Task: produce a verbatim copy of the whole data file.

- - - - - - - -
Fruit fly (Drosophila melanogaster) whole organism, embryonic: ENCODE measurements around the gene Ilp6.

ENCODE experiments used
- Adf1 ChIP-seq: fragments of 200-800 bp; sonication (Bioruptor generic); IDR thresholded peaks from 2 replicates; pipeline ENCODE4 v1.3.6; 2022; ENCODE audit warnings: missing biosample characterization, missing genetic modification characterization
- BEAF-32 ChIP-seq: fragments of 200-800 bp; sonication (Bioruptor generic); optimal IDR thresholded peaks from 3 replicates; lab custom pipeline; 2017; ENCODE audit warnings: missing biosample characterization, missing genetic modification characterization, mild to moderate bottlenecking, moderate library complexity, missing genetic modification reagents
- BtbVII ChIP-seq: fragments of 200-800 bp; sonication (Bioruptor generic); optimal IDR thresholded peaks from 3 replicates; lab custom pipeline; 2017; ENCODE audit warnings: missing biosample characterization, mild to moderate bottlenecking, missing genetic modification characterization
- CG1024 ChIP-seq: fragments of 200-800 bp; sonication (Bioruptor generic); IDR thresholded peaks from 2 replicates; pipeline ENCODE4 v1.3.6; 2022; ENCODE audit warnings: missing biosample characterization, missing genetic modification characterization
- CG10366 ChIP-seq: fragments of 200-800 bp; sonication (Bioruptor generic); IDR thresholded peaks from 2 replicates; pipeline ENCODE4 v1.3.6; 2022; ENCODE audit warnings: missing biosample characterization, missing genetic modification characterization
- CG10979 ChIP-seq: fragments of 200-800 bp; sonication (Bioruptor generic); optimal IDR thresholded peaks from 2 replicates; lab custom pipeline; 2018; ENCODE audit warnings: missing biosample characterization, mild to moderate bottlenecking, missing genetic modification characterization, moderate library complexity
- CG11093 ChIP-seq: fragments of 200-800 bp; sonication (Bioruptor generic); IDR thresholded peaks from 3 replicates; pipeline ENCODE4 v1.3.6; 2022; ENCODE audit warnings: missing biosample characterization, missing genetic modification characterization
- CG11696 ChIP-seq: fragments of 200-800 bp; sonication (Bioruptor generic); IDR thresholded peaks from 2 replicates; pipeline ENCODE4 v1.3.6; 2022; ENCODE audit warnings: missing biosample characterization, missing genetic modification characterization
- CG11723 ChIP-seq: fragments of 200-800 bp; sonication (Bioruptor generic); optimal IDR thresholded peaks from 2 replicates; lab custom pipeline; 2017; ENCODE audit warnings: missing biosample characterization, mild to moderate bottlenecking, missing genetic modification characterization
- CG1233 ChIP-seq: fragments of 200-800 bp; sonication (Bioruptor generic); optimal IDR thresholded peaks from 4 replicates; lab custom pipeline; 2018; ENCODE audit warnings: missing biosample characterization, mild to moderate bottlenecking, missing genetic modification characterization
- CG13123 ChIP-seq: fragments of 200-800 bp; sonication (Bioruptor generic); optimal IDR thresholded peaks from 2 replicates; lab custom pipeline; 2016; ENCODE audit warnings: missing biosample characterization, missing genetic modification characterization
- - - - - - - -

Fruit fly (Drosophila melanogaster) whole organism, embryonic: ENCODE measurements around the gene Ilp6.

ENCODE experiments used
- Adf1 ChIP-seq: fragments of 200-800 bp; sonication (Bioruptor generic); IDR thresholded peaks from 2 replicates; pipeline ENCODE4 v1.3.6; 2022; ENCODE audit warnings: missing biosample characterization, missing genetic modification characterization
- BEAF-32 ChIP-seq: fragments of 200-800 bp; sonication (Bioruptor generic); optimal IDR thresholded peaks from 3 replicates; lab custom pipeline; 2017; ENCODE audit warnings: missing biosample characterization, missing genetic modification characterization, mild to moderate bottlenecking, moderate library complexity, missing genetic modification reagents
- BtbVII ChIP-seq: fragments of 200-800 bp; sonication (Bioruptor generic); optimal IDR thresholded peaks from 3 replicates; lab custom pipeline; 2017; ENCODE audit warnings: missing biosample characterization, mild to moderate bottlenecking, missing genetic modification characterization
- CG1024 ChIP-seq: fragments of 200-800 bp; sonication (Bioruptor generic); IDR thresholded peaks from 2 replicates; pipeline ENCODE4 v1.3.6; 2022; ENCODE audit warnings: missing biosample characterization, missing genetic modification characterization
- CG10366 ChIP-seq: fragments of 200-800 bp; sonication (Bioruptor generic); IDR thresholded peaks from 2 replicates; pipeline ENCODE4 v1.3.6; 2022; ENCODE audit warnings: missing biosample characterization, missing genetic modification characterization
- CG10979 ChIP-seq: fragments of 200-800 bp; sonication (Bioruptor generic); optimal IDR thresholded peaks from 2 replicates; lab custom pipeline; 2018; ENCODE audit warnings: missing biosample characterization, mild to moderate bottlenecking, missing genetic modification characterization, moderate library complexity
- CG11093 ChIP-seq: fragments of 200-800 bp; sonication (Bioruptor generic); IDR thresholded peaks from 3 replicates; pipeline ENCODE4 v1.3.6; 2022; ENCODE audit warnings: missing biosample characterization, missing genetic modification characterization
- CG11696 ChIP-seq: fragments of 200-800 bp; sonication (Bioruptor generic); IDR thresholded peaks from 2 replicates; pipeline ENCODE4 v1.3.6; 2022; ENCODE audit warnings: missing biosample characterization, missing genetic modification characterization
- CG11723 ChIP-seq: fragments of 200-800 bp; sonication (Bioruptor generic); optimal IDR thresholded peaks from 2 replicates; lab custom pipeline; 2017; ENCODE audit warnings: missing biosample characterization, mild to moderate bottlenecking, missing genetic modification characterization
- CG1233 ChIP-seq: fragments of 200-800 bp; sonication (Bioruptor generic); optimal IDR thresholded peaks from 4 replicates; lab custom pipeline; 2018; ENCODE audit warnings: missing biosample characterization, mild to moderate bottlenecking, missing genetic modification characterization
- CG13123 ChIP-seq: fragments of 200-800 bp; sonication (Bioruptor generic); optimal IDR thresholded peaks from 2 replicates; lab custom pipeline; 2016; ENCODE audit warnings: missing biosample characterization, missing genetic modification characterization